Contemporary Issues in Missions– Part One

I will be teaching a class called “Contemporary Issues in Missions” at Asia Graduate Theological Seminary (ABGTS). Although I teach a lot of missions, and have been involved in a few types of missions, that doesn’t mean that I am on the cutting edge of the missions movement. For a number of years I had relied (at least on the undergraduate level) upon two books that spoke of trends and issues of recent years in missions:

Stan Guthrie Missions in the Third Millenium: 21 Key Trends for the 21st Century, Cumbria, UK: Paternoster Press, 2000.

James Engel and William Dyrness, Changing the Mind of Missions: Where Have We Gone Wrong? Downer’s Grove, IL:

InterVarsity Press, 2000.

The problem of each is that they were published 22 years ago (and researched and written before that). As such, some of the issues are not really issues anymore.

For example, one of the issues was “The Southern Shift of the Church.” Christianity has been growing strongly in Africa, Asia, South America and more. The “Old Sending Countries” of North America and Europe are sending out less missionaries, and the church in these places are seen as a bit stagnant (or worse). “New Sending Countries” have been taking up the slack and are gaining more influence worldwide. When I came to the Philippines in 2004, some of the wonder of this transition was still felt. American missionaries still had a strong presence but many were in the process of leaving. Many Philippine Christians were wondering what the future would hold. Although there were Filipinos who were going out to do missions— it was a great novelty.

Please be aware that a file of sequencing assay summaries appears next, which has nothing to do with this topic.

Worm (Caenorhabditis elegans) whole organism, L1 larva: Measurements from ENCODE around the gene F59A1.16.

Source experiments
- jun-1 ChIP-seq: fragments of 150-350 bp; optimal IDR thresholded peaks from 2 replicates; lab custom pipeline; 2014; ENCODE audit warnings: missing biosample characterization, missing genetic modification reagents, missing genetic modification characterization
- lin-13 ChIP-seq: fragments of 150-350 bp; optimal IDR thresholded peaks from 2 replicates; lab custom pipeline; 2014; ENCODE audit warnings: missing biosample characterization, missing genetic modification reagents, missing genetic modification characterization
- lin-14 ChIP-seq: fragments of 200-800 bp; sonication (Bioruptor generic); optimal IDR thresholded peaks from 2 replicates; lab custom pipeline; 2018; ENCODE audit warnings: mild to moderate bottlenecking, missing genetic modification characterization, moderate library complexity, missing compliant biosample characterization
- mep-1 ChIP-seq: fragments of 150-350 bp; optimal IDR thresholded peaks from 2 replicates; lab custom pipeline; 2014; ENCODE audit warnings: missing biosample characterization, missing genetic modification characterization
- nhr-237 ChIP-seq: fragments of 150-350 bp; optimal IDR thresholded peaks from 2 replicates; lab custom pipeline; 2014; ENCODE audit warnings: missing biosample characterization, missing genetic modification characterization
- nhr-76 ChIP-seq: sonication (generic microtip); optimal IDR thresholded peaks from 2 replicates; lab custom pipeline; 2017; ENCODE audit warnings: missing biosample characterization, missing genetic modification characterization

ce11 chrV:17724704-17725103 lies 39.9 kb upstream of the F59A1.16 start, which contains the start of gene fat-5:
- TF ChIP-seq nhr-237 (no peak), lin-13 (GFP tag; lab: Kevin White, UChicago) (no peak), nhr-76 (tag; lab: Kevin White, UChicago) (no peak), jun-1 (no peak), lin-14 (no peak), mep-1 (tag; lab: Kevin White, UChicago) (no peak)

But things have changed. I used to use Charles Kraft’s book on Cultural Anthropology for ABGTS. I felt pretty good about that until one year when my class (made up of students from Samoa, Myanmar, and the Philippines) started asking me why the book would say this and that. I found myself repeating myself. I would end up saying something like this… “Well, Kraft was writing this back decades ago for students in the United States who pretty much don’t understand Christianity in terms of other cultures.” The more I was explaining this, I began to realize that I should have let the textbook go (we use textbooks longer in the Philippines than in some countries). Even though Kraft was trying to break down biases that needed to be broken down, But these students don’t have these biases. And today, Filipinos that I talk to feel nothing strange about missionaries being Filipino, Asian, African or anything else. While there still is a lingering tendency to think that foreign religious leaders are a bit more experts than local leaders (a deeply flawed assumption— I stifle a scream every time someone I talk to express a theological opinion and then ‘prooftext’ their belief by quoting John MacArthur or some other self-styled expert). But even that is SLOWLY fading.

This doesn’t make the book by Guthrie useless, or the book by Engel and Dyrness. It is a snapshot of issues. It is like looking back at the missionary conferences of the IMC, WCC, and Lausanne movements. They identify the concerns and values of the time. I have the book “Understanding Christian Missions” by J. Herbert Kane from the late 70s. It deals with issues of the “Three Worlds” (first, second, and third world countries), the Cold War, and the independence movements that were removing the shackles of colonial powers. There is value in studying these… but the issues of the these different times disappear, are replaced, or morph.

Part 2 will look at the topics I am going to have in the class.

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